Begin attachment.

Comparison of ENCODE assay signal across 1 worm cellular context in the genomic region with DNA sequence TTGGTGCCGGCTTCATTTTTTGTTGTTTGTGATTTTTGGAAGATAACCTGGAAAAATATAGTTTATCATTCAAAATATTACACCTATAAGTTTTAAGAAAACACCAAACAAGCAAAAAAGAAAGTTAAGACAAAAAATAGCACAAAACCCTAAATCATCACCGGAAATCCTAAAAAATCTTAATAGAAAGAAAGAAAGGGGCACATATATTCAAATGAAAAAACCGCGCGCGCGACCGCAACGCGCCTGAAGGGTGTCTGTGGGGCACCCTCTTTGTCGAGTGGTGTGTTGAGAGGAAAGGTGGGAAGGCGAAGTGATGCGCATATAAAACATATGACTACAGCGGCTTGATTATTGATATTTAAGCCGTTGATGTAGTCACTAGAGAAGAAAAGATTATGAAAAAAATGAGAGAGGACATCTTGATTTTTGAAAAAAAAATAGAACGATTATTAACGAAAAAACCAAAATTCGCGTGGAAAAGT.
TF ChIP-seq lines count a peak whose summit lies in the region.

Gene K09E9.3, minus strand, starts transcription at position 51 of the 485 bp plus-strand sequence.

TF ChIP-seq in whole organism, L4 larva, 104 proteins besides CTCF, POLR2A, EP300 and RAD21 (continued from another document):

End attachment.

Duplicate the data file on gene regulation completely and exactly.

Comparison of ENCODE assay signal across 1 worm cellular context in the genomic region with DNA sequence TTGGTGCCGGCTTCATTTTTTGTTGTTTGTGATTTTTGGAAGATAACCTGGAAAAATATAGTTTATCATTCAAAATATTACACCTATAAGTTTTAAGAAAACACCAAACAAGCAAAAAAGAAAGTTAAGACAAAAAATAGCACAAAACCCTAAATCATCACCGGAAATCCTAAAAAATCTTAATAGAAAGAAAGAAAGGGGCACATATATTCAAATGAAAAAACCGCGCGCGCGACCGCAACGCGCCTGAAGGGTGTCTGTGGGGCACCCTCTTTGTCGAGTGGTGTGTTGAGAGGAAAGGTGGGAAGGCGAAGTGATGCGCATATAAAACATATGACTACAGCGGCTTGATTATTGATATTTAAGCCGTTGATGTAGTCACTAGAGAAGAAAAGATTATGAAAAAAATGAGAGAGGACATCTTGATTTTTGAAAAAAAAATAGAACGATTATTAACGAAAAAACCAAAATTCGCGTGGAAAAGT.
TF ChIP-seq lines count a peak whose summit lies in the region.

Gene K09E9.3, minus strand, starts transcription at position 51 of the 485 bp plus-strand sequence.

TF ChIP-seq in whole organism, L4 larva, 104 proteins besides CTCF, POLR2A, EP300 and RAD21 (continued from another document):